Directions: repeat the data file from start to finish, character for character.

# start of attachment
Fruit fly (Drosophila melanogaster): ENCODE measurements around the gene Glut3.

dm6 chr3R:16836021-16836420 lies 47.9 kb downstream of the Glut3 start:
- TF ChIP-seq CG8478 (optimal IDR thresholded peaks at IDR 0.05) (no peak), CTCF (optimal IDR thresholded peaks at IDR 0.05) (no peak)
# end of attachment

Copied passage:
Fruit fly (Drosophila melanogaster): ENCODE measurements around the gene Glut3.

dm6 chr3R:16836021-16836420 lies 47.9 kb downstream of the Glut3 start:
- TF ChIP-seq CG8478 (optimal IDR thresholded peaks at IDR 0.05) (no peak), CTCF (optimal IDR thresholded peaks at IDR 0.05) (no peak)